The stories we want to tell in 2020 — chosen by you

From forestry to food and reconciliation, we’re ready to dig deep

In these last few days of our end-of-year funding campaign, I’m excited to share the stories I’ll be digging into in 2020, with your support.

I didn’t choose the below stories. At The Discourse Cowichan, community members set the editorial agenda. We invited you to tell us what stories need investigating, and four topics below reflect what we heard you want. To add your say, provide your feedback here.

With no further ado, here’s what we’ll dig into in 2020:

  1. New in Town: We will continue telling stories about who is moving to the region and why. Our goal is to bring diverse locals together through history (like this popular story about rum-running days in Mill Bay) and newcomer stories like this one.

  2. Food for the Future: In the face of a changing environment and rapid development, how will the long-standing local agricultural sector carve out a sustainable future?

  3. In Good Relation: While Indigenous culture is visible and abundant, significant division remains. Racist incidents persist. Indigenous children are disproportionately impacted by the child welfare system. What could real reconciliation look like here? How do we move beyond words to concrete actions?

  4. Working Together: The forestry industry has long fuelled prosperity on Vancouver Island. Meantime, calls to preserve forests and address climate change are increasing. How can we support local economic growth and jobs while protecting the environment?

Here’s my promise: I’ll spend the time it takes to get these stories right.

I was again reminded of the importance of going deep with my reporting in the wee hours of Tuesday morning, as I covered the second public hearing and rejection of Vancouver Island Motorsport Circuit’s rezoning proposal to expand its facility.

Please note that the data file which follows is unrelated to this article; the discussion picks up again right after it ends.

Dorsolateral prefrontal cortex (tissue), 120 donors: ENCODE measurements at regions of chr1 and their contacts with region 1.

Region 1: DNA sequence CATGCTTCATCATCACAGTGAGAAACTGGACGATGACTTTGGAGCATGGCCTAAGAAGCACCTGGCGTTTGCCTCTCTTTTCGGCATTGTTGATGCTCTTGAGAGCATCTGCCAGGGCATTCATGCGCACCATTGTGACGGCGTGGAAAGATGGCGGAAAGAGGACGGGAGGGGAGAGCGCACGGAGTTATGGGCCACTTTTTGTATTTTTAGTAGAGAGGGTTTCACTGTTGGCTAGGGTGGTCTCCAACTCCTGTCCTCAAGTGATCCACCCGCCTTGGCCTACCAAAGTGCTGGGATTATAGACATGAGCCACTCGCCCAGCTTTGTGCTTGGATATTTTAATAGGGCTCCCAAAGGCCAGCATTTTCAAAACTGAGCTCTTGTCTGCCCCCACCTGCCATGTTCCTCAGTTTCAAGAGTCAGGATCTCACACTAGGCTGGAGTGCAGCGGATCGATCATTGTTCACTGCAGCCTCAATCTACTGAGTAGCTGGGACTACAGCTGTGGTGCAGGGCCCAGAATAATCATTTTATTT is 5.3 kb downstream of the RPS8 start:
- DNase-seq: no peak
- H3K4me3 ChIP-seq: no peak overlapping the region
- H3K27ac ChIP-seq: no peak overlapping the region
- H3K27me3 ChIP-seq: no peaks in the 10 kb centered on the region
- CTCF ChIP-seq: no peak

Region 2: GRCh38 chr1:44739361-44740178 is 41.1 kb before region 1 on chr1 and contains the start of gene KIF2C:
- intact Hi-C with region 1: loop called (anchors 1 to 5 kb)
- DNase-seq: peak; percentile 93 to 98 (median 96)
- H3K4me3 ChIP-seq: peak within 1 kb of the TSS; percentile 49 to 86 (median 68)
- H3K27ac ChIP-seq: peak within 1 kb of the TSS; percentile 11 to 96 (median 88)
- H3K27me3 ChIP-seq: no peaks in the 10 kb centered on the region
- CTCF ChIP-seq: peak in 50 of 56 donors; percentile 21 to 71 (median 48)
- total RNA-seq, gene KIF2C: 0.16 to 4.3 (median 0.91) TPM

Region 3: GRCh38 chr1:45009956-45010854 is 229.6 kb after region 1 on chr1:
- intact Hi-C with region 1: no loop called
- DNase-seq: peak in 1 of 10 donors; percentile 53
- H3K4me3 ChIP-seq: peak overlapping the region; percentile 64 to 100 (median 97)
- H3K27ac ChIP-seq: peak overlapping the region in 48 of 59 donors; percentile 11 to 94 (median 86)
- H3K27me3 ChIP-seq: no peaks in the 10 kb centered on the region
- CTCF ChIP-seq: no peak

After a couple of hours sleep, I hustled to produce a story featuring analysis from a municipal law expert about what the rejection and VIMC’s threatened lawsuit means for our region. The story is complicated and technical. I struggled with capturing the nuance accurately and clearly. Then I saw the following comment from a supporter on Facebook, and I knew what to do.

“You put the local papers to shame with their constant errors in reporting,” Mariah Walker commented on Facebook. “Thank you for always taking the time to deeply understand an issue before writing about it.”

I knew the story could wait one more day, if that meant I would get it right.

As long as this community keeps rallying around this mission, I’ll be here serving you as best I can. Thank you for making it possible for me to contribute to our region in this way![end]

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